“On a pair of treys!" Luce crowed in his ear as she bestowed a smacking victory kiss on him. With the game over, Clive allowed himself to relax.

“It’s not so much what you've got, but how you use it that counts," Clive responded with a suggestive grin, his hands finding and squeezing two well-rounded buttocks as a means of illustration. As she giggled and nuzzled his neck, he tucked a wad of bills into the tempting cleavage that pressed against his chest.

"Oh, Clive," she breathed, feeling the cool prickle of the bills. Instantly she let go of his neck to fish out the money.

"For being my good-luck charm," he said, and pinched her satin-clad fanny. She squealed automatically, kissed him again, and turned away to count her money. Clive grinned, watching her. Luce had a head on her shoulders that was at least as hard as 6

his. She liked men, himself in particular, but she liked money better. Just touching it gave her a thrill.

Clive accepted congratulations with a nod and a jest, conscious of being watched by nearly everyone in the salon as
he scooped his winnings into his hat.

It was a good win, and a clean one. He'd learned to expertly palm aces and deal off the bottom and employ all the other tricks of the trade years ago. An ability to fuzz the cards was necessary to a gambler's survival. He did it when he had to, but he didn't like doing it. He hadn't needed to tonight, and as a result he felt exceptionally good about the win. A few more like this one and he could buy some land and get off the damned river and away from the smell of Mississippi mud forever.

He was not fool enough to keep such a large sum by him for any longer than he had to. Leaving the salon, he looked carefully both ways along the deck. It was late at night, or rather, early in the morning, and most of the passengers had long since retired to their staterooms. There was a lone man, unknown to Clive, standing a little way farther along, his hands gripping the rail as he looked toward the river's east bank. It was December 1840, and the river was rain-swollen and smelled peculiarly of worms. The night was clear, with a full moon casting enough light to reveal the muddy brown water, the pristine decks. The rhythmic sloshing of the paddle wheel churning and voices from the salon he'd just left were the only sounds. Everything looked just as it should, but Clive had not lived as long as he had by taking chances. Reaching down, he pulled the pistol from his boot and placed it atop the money in his hat. Then he proceeded to his cabin. In the morning he would take his winnings to the purser's office, where the money would travel the rest of the way to New 7

Orleans in the
Mississippi Belle's
safe. Once in New Orleans, it would go directly into his bank, where it would more than double the tidy little nest egg he'd been accumulating. Someday, not so far distant now, his gambling days would be behind him, except for the occasional gentlemanly wager. He'd earn his living by a means that would allow him to stay on dry land.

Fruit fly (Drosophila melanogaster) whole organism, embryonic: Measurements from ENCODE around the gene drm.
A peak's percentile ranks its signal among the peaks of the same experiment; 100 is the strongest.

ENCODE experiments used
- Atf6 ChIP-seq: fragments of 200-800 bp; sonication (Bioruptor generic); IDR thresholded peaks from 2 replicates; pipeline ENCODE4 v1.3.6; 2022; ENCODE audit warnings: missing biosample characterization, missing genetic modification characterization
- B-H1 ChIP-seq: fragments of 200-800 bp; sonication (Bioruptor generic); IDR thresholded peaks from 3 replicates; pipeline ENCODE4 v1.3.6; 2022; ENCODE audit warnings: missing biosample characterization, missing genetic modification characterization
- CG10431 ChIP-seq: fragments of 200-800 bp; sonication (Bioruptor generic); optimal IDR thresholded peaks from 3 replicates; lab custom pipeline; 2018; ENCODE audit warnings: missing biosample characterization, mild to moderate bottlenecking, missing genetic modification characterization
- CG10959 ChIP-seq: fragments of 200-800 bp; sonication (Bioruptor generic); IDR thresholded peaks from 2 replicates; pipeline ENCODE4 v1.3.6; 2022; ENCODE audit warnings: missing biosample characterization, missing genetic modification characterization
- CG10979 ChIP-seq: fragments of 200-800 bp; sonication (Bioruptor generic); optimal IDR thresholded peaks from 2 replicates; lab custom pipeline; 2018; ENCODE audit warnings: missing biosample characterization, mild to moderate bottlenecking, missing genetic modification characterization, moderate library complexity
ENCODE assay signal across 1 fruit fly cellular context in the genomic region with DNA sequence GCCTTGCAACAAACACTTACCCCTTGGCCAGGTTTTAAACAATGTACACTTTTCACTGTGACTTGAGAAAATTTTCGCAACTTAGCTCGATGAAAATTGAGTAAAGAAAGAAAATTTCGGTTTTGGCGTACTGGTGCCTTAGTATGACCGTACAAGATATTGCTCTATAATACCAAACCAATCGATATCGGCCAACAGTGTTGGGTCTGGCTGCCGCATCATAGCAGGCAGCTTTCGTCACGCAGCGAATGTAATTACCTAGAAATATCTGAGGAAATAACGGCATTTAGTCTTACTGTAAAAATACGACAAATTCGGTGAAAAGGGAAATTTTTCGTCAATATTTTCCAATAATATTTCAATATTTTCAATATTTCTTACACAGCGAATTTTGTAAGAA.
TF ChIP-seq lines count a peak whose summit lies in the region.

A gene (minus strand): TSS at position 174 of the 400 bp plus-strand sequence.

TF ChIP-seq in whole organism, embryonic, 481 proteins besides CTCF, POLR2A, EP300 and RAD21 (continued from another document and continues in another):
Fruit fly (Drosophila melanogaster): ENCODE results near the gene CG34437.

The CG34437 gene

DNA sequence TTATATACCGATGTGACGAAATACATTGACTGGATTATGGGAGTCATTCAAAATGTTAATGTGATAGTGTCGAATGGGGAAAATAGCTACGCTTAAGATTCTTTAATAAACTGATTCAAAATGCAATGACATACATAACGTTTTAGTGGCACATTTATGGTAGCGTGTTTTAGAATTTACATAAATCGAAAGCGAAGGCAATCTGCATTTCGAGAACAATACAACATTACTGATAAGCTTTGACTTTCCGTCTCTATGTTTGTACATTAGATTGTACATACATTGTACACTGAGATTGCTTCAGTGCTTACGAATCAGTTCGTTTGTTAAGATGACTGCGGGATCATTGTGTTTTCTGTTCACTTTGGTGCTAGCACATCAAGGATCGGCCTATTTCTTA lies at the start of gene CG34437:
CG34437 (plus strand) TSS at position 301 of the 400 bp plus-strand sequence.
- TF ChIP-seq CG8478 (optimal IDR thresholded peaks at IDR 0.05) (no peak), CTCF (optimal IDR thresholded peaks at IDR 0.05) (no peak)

A few hours later, Clive was sleeping soundly in his stateroom when a sense of something being dangerously wrong woke him. He came instantly awake, his senses honed by years of precarious living, to the knowledge that someone else was in the room. Not Luce, who was curled up in luxurious naked sleep beside him, but another someone else. Someone who, if his senses did not mislead him, was even now creeping toward the bed.

The cabin was dark as pitch. He couldn't see a thing. Clive's hand snaked beneath the pillow, closed over his pistol, pulled it forth, and leveled it at the presence that was still more sensed than seen.

"Whoever you are, stop right there or I'll—" He never got the rest out. Even as his eyes at last picked out the darker shadow creeping through the gloom, even as he released the safety on the pistol and spoke, all hell broke loose. Another shadow leaped to life from the floor beside the bed where he'd thought there was nothing, looming up out of the darkness with no more warning than a hoarse curse. Startled, Clive reacted reflexively. He jack-knifed into a sitting position, jerking the mouth of the pistol toward the new danger. But before he could orient himself, before he could recover from the shock of this second threat enough to find the target and pull the trigger, a 8

glancing sliver of light caught on the glinting blade of a knife as it plunged down, down . . .

"Ahhhh!"

Clive cried out as the knife sank through the flesh of the hand that held the pistol, feeling the blade first cold as ice, then hot as fire as it drove his hand down to pin it, palm down, fingers quivering, to the mattress. . . .

"Clive!" Beside him, Luce awoke with a start.

"Come on!" With silence no longer a necessity, the man closest to the door jerked it open and sprinted through it, calling to his partner, who abandoned the fight to run after him. By the lighter gray of the near dawn as it spilled in through the opened door, Clive glimpsed the second man, and recognized him as Hulton. Then he saw the silhouette of his own tall boot held tightly in Hulton's hand—his boot, where he'd hidden his winnings.

"Damn it to hell and back!" he swore, not hearing Luce's frightened cries as she scrambled off the bed, not aware of any sensation of pain as he grabbed the still vibrating hilt and yanked the knife out of his hand. The money; he had to get his money back. . . .

As soon as his hand was free, Clive hit the floor running, snatching up the pistol from where it had fallen on the mattress with his good hand, his left hand, and running after the would-be murdering thieves who'd robbed him. Blood poured from his wounded palm, splashed warm against his legs and feet. He was oblivious to it, just as he was oblivious to pain and his own nakedness. Pounding after the absconding pair, he leaped down stairs two at a time as they fled to the lower deck, toward where the paddle wheel roiled the water. He was shouting, but he wasn't aware of what he said. Behind him, Luce was screaming 9

BOOK: Morning Song